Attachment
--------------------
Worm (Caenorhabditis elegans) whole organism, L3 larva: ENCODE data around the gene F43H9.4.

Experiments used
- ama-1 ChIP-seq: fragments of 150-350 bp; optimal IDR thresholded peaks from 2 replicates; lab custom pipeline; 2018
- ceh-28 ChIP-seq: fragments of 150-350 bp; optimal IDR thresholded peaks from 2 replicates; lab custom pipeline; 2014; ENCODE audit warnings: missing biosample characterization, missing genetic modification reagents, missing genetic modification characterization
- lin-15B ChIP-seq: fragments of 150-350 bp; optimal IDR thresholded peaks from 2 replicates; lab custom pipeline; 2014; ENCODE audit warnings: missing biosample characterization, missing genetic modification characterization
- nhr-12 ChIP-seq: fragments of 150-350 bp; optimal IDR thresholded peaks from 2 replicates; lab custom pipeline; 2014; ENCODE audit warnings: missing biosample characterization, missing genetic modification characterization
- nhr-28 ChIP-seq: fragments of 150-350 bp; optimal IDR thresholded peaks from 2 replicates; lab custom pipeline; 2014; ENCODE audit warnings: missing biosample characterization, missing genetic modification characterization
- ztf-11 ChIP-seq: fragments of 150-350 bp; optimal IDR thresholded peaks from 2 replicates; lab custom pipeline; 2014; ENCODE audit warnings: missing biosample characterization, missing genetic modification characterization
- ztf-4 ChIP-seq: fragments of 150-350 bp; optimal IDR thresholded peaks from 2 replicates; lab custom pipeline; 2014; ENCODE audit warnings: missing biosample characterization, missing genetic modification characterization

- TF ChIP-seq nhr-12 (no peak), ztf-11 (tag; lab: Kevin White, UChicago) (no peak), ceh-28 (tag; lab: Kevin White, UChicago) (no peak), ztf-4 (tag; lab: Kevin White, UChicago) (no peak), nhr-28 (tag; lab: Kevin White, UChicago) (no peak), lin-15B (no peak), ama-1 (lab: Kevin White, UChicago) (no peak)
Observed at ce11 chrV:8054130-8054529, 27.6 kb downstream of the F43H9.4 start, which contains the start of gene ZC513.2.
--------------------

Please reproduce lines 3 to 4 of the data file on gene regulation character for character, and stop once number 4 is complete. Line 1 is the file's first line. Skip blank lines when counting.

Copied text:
- ama-1 ChIP-seq: fragments of 150-350 bp; optimal IDR thresholded peaks from 2 replicates; lab custom pipeline; 2018
- ceh-28 ChIP-seq: fragments of 150-350 bp; optimal IDR thresholded peaks from 2 replicates; lab custom pipeline; 2014; ENCODE audit warnings: missing biosample characterization, missing genetic modification reagents, missing genetic modification characterization